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If I asked you to guess what jobs were being advertised here …

    1. WANTED
    Do you spend all your time thinking about how to hurt people? How to torment them? How to torture them? Are there no depths you’ve haven’t ploughed? Ruin their relationships, destroy their families, dredge up the secrets from their past, and set them onto a course to oblivion? Do you not only contemplate all these courses – and more – but also take delight in them? Do you relish the damage that you can do? Do you take joy in your own cleverness? Do you take your plans and go over and over and over them, trying to perfect them?

     
    2. WANTED
    Interested in concocting plans of violence and destruction? Rob a bank. Kidnap and ask for a ransom. Commit an amazing murder. Commit many murders. Hurt and maim and kill. Devastate. And elude and befuddle the authorities. Taunt them, wherever possible. Show them up as incompetent. Celebrate your most heinous glories for all the world to see and fear, while mocking everybody else’s safety and security.

     
    3. WANTED
    Are you capable of threatening democracy? Of rattling its foundations? Perhaps you can bring down a government. Set bombs and rob the everyday people of their security. Destroy strategic targets and let civilisation know that the day of reckoning is near. Threaten to burn the world in pursuit of your own ideals, or a radical refurbishment of life as we know it.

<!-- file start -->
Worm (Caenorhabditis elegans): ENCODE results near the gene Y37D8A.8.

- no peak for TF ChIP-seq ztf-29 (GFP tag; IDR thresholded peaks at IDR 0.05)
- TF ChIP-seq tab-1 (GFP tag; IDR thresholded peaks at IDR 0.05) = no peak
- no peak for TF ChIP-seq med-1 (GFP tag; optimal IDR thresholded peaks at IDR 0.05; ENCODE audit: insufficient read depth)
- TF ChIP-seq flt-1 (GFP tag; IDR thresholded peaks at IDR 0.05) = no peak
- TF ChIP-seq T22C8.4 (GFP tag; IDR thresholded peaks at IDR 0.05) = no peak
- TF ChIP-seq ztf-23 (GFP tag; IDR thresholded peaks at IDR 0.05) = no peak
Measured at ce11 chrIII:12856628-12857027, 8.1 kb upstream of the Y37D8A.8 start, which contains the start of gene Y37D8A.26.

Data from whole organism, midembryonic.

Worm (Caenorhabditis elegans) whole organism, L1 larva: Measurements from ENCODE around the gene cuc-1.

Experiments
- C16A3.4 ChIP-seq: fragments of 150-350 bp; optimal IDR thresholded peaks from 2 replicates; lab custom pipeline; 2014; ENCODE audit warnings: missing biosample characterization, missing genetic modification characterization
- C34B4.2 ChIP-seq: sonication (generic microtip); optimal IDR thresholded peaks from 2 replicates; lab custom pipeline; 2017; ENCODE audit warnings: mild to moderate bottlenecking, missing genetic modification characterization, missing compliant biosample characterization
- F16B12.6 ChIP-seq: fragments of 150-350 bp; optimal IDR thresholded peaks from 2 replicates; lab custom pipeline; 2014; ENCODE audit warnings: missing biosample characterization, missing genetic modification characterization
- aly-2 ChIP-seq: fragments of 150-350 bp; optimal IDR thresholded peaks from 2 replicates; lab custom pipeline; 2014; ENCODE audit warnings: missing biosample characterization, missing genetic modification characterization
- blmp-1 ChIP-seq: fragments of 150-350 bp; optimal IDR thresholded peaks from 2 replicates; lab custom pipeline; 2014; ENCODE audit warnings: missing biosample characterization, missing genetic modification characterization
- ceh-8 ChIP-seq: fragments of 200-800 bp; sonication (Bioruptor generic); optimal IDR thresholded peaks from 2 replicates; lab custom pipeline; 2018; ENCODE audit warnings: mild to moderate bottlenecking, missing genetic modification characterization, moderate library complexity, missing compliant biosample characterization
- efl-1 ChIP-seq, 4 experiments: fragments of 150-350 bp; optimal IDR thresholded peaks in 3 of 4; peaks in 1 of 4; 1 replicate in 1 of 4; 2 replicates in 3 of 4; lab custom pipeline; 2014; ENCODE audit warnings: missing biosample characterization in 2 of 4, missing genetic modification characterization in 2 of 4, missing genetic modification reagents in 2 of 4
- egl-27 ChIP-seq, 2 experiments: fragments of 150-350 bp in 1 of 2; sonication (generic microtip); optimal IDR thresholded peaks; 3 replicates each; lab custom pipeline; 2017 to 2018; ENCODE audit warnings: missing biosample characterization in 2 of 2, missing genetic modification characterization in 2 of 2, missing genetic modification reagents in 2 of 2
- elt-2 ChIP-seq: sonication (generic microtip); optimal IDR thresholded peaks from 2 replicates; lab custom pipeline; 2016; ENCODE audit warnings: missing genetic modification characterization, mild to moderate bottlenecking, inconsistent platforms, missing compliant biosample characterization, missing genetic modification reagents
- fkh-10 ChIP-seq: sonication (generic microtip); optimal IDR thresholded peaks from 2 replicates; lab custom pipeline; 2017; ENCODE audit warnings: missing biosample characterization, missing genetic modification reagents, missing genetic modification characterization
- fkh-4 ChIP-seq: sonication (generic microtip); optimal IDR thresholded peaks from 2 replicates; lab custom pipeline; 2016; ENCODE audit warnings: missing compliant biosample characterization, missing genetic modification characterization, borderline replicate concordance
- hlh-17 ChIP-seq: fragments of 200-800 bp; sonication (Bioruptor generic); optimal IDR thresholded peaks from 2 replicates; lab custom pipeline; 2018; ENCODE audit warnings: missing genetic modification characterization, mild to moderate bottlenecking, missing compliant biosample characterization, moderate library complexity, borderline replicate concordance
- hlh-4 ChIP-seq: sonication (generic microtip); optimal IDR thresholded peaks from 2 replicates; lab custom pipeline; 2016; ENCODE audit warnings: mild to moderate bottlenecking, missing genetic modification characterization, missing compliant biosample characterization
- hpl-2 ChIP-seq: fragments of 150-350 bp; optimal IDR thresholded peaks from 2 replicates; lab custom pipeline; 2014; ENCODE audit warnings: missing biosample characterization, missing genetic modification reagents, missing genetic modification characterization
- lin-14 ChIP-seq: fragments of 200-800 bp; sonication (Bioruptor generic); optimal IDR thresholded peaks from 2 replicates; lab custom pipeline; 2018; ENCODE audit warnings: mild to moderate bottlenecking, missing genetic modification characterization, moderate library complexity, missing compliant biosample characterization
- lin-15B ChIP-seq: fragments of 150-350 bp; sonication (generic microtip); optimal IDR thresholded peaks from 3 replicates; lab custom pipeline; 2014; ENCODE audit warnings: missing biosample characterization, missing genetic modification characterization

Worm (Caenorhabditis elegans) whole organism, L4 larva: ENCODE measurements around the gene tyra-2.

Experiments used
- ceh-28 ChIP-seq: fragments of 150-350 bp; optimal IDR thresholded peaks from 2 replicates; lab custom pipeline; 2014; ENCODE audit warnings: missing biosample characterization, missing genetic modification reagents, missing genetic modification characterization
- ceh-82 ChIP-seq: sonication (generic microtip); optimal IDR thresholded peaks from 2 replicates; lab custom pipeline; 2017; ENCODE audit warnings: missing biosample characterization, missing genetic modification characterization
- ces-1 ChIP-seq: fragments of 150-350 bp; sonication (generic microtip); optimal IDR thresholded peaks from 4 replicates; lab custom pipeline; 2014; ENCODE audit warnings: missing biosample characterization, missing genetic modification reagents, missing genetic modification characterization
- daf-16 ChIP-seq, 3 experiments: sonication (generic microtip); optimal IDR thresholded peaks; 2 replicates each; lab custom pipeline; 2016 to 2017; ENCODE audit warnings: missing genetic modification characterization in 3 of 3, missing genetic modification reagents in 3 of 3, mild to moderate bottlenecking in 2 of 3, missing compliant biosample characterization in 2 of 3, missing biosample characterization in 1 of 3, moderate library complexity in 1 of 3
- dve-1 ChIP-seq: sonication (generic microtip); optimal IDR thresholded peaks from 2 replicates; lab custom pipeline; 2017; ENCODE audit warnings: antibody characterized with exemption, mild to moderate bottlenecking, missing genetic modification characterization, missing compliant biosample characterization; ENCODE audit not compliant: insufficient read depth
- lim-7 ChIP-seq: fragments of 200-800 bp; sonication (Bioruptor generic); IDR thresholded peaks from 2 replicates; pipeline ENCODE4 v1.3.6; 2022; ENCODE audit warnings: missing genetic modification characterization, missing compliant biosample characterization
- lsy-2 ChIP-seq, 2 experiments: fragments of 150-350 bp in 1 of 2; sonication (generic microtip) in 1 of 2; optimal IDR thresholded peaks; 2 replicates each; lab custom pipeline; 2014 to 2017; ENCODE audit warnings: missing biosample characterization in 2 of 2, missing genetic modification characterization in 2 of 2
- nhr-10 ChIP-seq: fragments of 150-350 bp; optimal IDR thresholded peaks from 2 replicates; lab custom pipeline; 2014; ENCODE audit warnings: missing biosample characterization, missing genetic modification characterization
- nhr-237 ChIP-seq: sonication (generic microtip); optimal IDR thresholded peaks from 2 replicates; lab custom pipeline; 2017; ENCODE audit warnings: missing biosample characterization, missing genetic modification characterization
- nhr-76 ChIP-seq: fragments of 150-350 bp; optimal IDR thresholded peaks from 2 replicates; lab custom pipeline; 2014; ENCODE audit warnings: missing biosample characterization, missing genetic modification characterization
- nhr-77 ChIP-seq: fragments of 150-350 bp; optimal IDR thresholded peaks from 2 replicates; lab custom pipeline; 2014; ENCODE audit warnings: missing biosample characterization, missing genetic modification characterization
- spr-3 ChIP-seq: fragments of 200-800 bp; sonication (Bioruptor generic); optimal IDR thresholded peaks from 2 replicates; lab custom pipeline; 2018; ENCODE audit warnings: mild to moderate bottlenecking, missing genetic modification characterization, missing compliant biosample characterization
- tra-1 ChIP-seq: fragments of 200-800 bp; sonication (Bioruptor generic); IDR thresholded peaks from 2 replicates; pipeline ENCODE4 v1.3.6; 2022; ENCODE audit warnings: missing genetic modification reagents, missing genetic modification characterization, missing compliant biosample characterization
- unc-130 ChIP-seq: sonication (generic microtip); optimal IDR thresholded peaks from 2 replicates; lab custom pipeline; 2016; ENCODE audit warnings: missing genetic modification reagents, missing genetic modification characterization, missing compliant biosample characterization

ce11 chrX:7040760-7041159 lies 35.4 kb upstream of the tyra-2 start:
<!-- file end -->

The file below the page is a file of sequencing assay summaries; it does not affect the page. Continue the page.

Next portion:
… what would you say?

Your answers might be:

    1. Homewrecker / Narcissist
    2. Murderer / Kidnapper / Serial Killer
    3. Terrorist / Spy / Donald Trump

Your answers would be wrong. Well, in this context. The answer for all three is simpler:

!!! Writer !!!

Writers think about this sort of stuff all the time.

And it’s always miserable. Stories aren’t happy. They may have happy moments. They may end with the contemporary equivalent of, And they lived happily ever after. But the journey to get there is a passage through shit and misery, because that’s what makes stories interesting. Nobody wants to sit around reading 80,000 words about characters having a good time.